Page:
The life sciences have developed enormously over the last 50 years. One main branch is the study of mind, cognition, affect and related mental phenomena, where the brain sciences (or neurosciences) play a central role. There is an unusual confluence of disciplines collectively training their focused lenses on the nature of cognition, emotion and action. These disciplines include neuroscience, molecular genetics, experimental psychology, artificial intelligence and linguistics. Several major interdisciplinary efforts have emerged from this hybridization including cognitive science, neuroscience and affective neuroscience. These new interdisciplinary hybrid sciences have rapidly embraced the study of the mind as a scientific object and have enabled modern science to approach this effort with unprecedented rigor and precision.
As a result of this research frontier, science has been gradually waking up to what, until very recently, seemed "un-scientific": consciousness itself. Can a scientific study of mind leave out what is ever-present for humans: their own experience? What is consciousness? How is it related to other mental abilities generated by the brain (such as vision, emotion, and memory)? How plastic is the brain's potential for meeting human needs in medicine and education?
This consciousness "revolution" has brought to center stage the simple fact that studying the brain and behavior requires an equally disciplined complement: the exploration of experience itself. It is here that Buddhism stands as an outstanding source of observations concerning human mind and experience, accumulated over centuries with great theoretical rigor, and, what is even more significant, with very precise exercises and practices for individual exploration. This treasure-trove of knowledge is an uncanny complement to science. Where the material refinement of science is unmatched in empirical studies, the experiential level is still immature and naive compared to the long-standing Buddhist tradition of studying the human mind.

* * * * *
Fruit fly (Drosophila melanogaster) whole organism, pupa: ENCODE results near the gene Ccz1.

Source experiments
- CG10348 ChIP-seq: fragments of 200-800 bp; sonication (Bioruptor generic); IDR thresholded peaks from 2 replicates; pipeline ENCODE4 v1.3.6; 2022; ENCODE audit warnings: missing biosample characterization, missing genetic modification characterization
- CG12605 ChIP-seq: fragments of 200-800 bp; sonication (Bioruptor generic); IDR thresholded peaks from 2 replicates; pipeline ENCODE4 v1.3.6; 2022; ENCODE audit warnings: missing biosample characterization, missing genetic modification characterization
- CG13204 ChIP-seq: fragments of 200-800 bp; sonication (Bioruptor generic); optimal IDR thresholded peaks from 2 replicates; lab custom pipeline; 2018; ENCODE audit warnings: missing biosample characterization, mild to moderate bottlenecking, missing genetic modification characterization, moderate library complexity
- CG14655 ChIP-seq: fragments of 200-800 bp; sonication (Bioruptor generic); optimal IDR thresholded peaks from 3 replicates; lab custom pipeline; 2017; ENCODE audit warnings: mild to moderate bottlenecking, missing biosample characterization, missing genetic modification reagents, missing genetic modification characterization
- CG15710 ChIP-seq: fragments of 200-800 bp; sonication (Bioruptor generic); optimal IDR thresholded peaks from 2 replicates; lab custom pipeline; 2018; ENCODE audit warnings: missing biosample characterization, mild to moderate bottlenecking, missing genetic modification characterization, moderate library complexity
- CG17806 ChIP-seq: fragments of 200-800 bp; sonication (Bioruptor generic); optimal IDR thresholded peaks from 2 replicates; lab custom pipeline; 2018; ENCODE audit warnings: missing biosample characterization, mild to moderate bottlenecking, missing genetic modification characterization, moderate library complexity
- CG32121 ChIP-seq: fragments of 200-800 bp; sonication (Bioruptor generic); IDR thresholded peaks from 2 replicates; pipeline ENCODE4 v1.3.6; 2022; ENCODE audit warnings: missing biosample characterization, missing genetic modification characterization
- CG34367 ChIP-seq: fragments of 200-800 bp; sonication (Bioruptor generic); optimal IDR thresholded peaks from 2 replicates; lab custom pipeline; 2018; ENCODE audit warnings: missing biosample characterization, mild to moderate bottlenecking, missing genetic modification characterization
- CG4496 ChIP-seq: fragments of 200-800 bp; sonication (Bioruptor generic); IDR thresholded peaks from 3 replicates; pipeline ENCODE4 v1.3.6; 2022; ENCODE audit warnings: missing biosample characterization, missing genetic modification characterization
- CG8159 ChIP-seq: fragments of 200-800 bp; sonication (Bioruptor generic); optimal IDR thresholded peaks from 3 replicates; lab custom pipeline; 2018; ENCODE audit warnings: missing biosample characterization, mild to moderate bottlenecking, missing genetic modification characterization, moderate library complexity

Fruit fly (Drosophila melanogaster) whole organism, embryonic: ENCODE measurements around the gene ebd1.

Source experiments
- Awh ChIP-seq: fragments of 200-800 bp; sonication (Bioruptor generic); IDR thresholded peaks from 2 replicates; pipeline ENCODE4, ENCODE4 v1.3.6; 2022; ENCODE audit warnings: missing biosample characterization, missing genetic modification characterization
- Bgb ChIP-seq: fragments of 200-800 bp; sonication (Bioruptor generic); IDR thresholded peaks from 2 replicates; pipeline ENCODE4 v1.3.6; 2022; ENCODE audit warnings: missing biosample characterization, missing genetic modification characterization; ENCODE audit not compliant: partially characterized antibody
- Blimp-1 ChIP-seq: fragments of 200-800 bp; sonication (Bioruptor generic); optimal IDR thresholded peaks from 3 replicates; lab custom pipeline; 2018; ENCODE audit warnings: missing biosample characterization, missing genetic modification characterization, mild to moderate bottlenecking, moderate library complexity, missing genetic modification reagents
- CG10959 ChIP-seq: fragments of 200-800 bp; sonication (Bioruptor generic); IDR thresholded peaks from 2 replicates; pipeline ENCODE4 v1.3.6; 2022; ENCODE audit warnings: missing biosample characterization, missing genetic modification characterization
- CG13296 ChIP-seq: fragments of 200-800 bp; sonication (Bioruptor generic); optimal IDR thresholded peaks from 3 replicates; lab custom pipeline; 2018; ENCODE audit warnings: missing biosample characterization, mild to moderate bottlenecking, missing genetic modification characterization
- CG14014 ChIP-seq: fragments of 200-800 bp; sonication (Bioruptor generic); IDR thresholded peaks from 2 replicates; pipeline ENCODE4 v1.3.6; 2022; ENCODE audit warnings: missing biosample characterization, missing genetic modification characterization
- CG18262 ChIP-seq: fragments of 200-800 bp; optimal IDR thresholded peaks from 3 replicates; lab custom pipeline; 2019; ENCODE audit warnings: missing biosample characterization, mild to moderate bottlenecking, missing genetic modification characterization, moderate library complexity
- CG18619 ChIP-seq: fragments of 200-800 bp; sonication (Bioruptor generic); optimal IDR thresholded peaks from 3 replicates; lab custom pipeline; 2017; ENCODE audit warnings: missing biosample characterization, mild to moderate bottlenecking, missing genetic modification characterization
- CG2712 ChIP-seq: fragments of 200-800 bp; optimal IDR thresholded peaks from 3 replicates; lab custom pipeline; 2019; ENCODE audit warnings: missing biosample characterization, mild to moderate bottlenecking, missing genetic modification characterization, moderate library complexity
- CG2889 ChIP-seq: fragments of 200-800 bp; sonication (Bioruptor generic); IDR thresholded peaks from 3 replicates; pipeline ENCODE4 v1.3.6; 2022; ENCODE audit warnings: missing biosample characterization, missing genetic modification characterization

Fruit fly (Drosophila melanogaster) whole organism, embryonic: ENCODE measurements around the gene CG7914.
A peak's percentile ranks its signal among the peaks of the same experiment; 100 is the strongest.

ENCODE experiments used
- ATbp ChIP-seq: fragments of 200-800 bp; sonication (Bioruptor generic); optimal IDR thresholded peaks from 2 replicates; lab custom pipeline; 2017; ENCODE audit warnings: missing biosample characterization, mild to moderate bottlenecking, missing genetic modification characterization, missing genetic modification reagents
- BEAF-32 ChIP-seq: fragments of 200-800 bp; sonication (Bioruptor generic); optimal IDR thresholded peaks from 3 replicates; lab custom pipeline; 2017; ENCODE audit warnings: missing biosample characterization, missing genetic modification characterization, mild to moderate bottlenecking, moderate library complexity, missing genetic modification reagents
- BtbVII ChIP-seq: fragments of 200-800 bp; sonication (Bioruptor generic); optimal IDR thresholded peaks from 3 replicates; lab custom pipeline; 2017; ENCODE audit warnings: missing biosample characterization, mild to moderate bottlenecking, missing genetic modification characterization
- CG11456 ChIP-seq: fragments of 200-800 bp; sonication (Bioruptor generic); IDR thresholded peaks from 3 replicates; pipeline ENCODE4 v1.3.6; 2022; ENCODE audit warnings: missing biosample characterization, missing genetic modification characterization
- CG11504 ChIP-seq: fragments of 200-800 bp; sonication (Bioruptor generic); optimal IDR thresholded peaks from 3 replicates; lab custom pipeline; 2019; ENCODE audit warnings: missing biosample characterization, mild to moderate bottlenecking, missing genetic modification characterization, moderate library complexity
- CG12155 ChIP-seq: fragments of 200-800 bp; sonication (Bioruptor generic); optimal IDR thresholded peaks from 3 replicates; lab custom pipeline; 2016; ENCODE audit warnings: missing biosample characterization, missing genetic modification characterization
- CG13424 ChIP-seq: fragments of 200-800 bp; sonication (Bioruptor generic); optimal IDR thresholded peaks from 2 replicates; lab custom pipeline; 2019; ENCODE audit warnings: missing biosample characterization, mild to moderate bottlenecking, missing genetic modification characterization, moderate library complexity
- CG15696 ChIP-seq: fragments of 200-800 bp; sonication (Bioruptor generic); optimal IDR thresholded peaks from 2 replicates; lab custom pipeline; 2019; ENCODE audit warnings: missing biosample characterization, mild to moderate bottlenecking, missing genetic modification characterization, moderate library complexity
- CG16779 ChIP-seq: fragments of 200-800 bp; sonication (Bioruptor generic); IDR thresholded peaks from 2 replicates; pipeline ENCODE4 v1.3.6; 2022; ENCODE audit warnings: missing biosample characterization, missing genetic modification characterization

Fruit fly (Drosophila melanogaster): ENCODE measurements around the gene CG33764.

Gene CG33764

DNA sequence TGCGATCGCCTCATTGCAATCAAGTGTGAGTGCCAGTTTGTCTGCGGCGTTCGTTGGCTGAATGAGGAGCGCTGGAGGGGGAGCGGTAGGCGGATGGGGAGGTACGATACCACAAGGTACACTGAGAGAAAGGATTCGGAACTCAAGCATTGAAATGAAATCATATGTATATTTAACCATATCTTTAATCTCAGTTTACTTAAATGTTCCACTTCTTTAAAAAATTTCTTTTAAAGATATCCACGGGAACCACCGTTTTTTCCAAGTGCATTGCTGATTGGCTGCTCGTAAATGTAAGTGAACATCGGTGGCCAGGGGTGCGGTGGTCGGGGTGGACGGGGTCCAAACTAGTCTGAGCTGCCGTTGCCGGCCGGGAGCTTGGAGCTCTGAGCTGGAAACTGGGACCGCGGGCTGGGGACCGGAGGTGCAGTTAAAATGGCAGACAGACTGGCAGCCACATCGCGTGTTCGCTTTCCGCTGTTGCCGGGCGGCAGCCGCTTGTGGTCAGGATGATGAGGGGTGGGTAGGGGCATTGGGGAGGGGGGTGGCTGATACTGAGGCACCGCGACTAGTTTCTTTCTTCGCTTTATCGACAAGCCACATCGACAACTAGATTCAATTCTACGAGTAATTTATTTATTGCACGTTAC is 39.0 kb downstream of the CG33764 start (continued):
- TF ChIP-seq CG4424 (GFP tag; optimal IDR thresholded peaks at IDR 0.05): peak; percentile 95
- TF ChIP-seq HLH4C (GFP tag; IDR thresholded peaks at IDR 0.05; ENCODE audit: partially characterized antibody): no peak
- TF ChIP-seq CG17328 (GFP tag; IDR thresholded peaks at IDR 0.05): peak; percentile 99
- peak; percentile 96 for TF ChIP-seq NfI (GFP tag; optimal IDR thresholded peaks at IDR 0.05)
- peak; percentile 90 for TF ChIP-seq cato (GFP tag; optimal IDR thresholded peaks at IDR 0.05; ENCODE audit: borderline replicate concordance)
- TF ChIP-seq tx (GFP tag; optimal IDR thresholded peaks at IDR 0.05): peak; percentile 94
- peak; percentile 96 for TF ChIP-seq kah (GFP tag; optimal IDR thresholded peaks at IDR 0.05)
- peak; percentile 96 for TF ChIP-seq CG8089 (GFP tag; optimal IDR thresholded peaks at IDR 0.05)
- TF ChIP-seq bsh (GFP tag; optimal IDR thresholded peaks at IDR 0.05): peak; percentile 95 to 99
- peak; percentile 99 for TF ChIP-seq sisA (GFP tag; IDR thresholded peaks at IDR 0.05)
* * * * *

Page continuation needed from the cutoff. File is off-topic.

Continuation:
The natural meeting ground between science and Buddhism is thus at one of the most active research frontiers today. What is involved is learning how to put together the data from the inner examination of human experience with the empirical basis that modern cognitive and affective neuroscience can provide. Such first-person accounts are not a mere "confirmation" of what science can find anyway. It is a necessary complement. For instance, unless refined internal descriptions are taken into account in current experiments that use brain imaging to study the neural substrates of emotions or attention, the empirical data cannot be properly interpreted.
Thus, we foresee in the future that the mind sciences will evolve into a form of experiential neuroscience, bridging the gap between external and internal descriptions. Such a unification of our understanding of the world, a new frame for a mind science, is one of the major contributions Buddhism is capable of offering. The interest in such cross-fertilization with science was one of the main inspirations for the Mind and Life initiative, and remains at the center of its efforts to transform this vision into concrete laboratory collaborations.